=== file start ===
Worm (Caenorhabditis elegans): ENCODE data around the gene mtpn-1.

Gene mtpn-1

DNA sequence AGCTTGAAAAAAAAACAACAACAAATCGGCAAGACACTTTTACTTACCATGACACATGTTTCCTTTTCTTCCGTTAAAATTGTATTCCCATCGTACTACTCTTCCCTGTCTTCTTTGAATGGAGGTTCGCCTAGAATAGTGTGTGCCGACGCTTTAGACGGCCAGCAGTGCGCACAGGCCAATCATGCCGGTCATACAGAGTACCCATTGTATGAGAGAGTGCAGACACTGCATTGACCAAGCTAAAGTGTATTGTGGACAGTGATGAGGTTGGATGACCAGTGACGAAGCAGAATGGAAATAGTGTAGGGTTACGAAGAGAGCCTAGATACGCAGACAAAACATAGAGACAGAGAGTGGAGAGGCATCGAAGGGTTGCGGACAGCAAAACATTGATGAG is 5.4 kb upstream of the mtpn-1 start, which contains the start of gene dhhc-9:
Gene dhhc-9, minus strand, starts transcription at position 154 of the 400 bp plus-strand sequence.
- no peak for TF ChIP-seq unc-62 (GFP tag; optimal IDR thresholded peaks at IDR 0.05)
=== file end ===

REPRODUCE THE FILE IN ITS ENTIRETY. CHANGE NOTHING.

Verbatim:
Worm (Caenorhabditis elegans): ENCODE data around the gene mtpn-1.

Gene mtpn-1

DNA sequence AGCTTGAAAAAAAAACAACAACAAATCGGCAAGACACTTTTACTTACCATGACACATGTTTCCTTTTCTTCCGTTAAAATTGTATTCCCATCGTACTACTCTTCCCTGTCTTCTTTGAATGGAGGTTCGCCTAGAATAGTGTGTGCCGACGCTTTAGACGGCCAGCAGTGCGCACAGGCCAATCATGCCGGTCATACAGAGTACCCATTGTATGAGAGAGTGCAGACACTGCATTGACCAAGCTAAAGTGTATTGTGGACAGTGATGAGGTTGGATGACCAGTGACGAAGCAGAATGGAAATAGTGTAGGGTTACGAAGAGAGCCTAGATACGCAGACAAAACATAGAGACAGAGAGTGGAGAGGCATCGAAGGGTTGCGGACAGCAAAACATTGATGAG is 5.4 kb upstream of the mtpn-1 start, which contains the start of gene dhhc-9:
Gene dhhc-9, minus strand, starts transcription at position 154 of the 400 bp plus-strand sequence.
- no peak for TF ChIP-seq unc-62 (GFP tag; optimal IDR thresholded peaks at IDR 0.05)